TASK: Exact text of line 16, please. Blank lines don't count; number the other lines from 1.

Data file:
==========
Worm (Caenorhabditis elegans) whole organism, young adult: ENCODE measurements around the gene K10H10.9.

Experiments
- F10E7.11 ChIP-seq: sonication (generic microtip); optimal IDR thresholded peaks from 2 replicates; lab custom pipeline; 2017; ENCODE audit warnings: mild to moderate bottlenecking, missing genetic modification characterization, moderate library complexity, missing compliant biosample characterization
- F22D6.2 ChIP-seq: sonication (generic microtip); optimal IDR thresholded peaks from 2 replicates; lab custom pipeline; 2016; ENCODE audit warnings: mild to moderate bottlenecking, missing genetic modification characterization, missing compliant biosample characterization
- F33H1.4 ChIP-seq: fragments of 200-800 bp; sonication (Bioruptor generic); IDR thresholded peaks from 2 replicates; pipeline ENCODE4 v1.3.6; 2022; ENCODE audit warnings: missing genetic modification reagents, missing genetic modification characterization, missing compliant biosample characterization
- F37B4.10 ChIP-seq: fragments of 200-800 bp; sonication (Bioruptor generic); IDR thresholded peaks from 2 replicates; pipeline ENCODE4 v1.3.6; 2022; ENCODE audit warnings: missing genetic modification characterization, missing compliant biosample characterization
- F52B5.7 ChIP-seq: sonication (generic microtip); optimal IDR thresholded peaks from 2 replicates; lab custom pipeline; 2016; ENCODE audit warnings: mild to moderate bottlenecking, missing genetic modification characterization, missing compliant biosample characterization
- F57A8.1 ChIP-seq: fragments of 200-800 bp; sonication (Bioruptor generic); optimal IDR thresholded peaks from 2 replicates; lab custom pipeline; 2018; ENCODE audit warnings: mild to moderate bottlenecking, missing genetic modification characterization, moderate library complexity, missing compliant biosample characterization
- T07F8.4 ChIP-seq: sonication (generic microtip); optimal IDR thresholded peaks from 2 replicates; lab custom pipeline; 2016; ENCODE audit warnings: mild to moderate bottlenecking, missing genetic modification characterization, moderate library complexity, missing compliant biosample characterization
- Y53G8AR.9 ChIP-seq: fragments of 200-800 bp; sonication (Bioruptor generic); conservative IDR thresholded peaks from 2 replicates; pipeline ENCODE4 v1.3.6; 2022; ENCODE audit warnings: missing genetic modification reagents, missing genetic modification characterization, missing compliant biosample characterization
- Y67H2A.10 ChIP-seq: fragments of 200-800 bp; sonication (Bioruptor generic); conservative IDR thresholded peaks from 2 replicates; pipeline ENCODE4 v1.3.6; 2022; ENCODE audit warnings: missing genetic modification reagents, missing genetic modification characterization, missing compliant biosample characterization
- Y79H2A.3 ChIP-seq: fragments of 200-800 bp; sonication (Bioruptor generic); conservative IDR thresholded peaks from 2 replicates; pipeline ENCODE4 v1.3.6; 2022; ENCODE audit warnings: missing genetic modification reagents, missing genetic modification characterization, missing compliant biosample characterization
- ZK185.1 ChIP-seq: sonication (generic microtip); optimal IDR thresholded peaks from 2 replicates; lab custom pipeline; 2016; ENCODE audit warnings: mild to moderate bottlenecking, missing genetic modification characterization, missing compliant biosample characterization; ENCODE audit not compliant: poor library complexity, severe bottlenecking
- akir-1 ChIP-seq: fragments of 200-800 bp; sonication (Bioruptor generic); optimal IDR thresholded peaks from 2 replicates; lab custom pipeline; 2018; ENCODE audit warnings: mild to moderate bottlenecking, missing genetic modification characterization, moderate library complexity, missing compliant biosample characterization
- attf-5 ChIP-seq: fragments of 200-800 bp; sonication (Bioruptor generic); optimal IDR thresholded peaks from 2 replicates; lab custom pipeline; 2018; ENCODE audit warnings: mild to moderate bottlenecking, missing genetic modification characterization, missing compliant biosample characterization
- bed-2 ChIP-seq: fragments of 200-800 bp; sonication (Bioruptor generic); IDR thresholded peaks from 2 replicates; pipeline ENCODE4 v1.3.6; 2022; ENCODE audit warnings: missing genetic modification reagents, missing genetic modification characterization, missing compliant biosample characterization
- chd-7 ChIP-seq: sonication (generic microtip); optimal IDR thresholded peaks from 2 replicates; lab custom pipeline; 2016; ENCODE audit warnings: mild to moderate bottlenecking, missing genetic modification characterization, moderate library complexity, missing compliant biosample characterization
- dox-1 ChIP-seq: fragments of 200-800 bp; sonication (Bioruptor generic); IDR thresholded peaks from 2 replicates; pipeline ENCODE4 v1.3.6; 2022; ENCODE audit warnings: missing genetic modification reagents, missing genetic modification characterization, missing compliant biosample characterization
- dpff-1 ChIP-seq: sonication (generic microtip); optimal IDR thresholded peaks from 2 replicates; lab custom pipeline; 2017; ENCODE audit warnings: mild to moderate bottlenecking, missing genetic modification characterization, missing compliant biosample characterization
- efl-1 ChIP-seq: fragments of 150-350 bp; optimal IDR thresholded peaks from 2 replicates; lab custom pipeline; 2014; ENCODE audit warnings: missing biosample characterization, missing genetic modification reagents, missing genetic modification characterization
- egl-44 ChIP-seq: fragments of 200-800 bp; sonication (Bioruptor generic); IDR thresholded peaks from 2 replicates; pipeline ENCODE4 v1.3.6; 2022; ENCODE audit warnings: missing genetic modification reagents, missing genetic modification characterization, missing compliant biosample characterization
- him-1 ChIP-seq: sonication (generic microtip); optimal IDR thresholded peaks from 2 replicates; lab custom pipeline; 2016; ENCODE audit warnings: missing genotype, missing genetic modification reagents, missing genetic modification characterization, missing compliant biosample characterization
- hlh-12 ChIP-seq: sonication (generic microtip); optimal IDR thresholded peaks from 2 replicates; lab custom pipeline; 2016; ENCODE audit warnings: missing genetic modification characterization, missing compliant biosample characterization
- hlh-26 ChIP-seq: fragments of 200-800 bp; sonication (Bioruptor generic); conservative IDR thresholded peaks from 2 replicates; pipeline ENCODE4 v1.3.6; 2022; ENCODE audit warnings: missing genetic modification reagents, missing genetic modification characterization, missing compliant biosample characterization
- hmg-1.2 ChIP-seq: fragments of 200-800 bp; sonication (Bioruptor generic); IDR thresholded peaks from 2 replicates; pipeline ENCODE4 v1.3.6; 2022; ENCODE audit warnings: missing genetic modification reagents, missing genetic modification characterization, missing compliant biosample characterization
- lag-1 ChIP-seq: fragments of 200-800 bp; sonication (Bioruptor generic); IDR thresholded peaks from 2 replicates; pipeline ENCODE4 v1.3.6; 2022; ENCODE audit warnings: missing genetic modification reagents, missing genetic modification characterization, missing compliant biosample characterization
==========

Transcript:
- bed-2 ChIP-seq: fragments of 200-800 bp; sonication (Bioruptor generic); IDR thresholded peaks from 2 replicates; pipeline ENCODE4 v1.3.6; 2022; ENCODE audit warnings: missing genetic modification reagents, missing genetic modification characterization, missing compliant biosample characterization